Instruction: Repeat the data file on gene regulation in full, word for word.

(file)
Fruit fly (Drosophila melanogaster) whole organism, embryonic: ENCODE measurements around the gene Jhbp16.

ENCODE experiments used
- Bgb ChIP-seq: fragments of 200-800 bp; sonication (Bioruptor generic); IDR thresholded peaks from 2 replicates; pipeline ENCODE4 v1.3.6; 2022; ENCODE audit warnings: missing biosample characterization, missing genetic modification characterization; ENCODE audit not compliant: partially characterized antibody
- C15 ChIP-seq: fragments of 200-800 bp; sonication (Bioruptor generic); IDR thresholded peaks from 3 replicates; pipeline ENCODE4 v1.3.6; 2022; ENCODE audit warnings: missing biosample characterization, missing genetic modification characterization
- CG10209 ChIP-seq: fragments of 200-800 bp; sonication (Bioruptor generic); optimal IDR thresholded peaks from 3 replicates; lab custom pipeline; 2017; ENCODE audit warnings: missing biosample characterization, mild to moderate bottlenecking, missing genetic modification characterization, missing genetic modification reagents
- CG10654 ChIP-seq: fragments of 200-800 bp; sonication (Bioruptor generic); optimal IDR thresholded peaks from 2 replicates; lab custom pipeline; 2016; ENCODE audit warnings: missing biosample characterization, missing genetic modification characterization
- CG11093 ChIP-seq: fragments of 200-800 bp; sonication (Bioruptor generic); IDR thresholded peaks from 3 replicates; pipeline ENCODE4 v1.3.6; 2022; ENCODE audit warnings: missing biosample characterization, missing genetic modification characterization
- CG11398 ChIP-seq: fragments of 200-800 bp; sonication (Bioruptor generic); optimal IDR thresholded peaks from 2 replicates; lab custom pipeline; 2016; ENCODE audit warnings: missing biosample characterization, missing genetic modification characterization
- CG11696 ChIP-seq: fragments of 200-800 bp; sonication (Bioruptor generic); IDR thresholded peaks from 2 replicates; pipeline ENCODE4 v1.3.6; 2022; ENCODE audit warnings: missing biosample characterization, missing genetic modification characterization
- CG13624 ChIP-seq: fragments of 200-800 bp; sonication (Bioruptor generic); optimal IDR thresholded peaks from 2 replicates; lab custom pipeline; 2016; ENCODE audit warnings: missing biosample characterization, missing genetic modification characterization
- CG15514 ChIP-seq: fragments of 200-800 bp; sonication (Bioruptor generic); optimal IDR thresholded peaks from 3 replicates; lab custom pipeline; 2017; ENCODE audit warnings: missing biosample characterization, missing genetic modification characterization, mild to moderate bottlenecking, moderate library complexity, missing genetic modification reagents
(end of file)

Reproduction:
Fruit fly (Drosophila melanogaster) whole organism, embryonic: ENCODE measurements around the gene Jhbp16.

ENCODE experiments used
- Bgb ChIP-seq: fragments of 200-800 bp; sonication (Bioruptor generic); IDR thresholded peaks from 2 replicates; pipeline ENCODE4 v1.3.6; 2022; ENCODE audit warnings: missing biosample characterization, missing genetic modification characterization; ENCODE audit not compliant: partially characterized antibody
- C15 ChIP-seq: fragments of 200-800 bp; sonication (Bioruptor generic); IDR thresholded peaks from 3 replicates; pipeline ENCODE4 v1.3.6; 2022; ENCODE audit warnings: missing biosample characterization, missing genetic modification characterization
- CG10209 ChIP-seq: fragments of 200-800 bp; sonication (Bioruptor generic); optimal IDR thresholded peaks from 3 replicates; lab custom pipeline; 2017; ENCODE audit warnings: missing biosample characterization, mild to moderate bottlenecking, missing genetic modification characterization, missing genetic modification reagents
- CG10654 ChIP-seq: fragments of 200-800 bp; sonication (Bioruptor generic); optimal IDR thresholded peaks from 2 replicates; lab custom pipeline; 2016; ENCODE audit warnings: missing biosample characterization, missing genetic modification characterization
- CG11093 ChIP-seq: fragments of 200-800 bp; sonication (Bioruptor generic); IDR thresholded peaks from 3 replicates; pipeline ENCODE4 v1.3.6; 2022; ENCODE audit warnings: missing biosample characterization, missing genetic modification characterization
- CG11398 ChIP-seq: fragments of 200-800 bp; sonication (Bioruptor generic); optimal IDR thresholded peaks from 2 replicates; lab custom pipeline; 2016; ENCODE audit warnings: missing biosample characterization, missing genetic modification characterization
- CG11696 ChIP-seq: fragments of 200-800 bp; sonication (Bioruptor generic); IDR thresholded peaks from 2 replicates; pipeline ENCODE4 v1.3.6; 2022; ENCODE audit warnings: missing biosample characterization, missing genetic modification characterization
- CG13624 ChIP-seq: fragments of 200-800 bp; sonication (Bioruptor generic); optimal IDR thresholded peaks from 2 replicates; lab custom pipeline; 2016; ENCODE audit warnings: missing biosample characterization, missing genetic modification characterization
- CG15514 ChIP-seq: fragments of 200-800 bp; sonication (Bioruptor generic); optimal IDR thresholded peaks from 3 replicates; lab custom pipeline; 2017; ENCODE audit warnings: missing biosample characterization, missing genetic modification characterization, mild to moderate bottlenecking, moderate library complexity, missing genetic modification reagents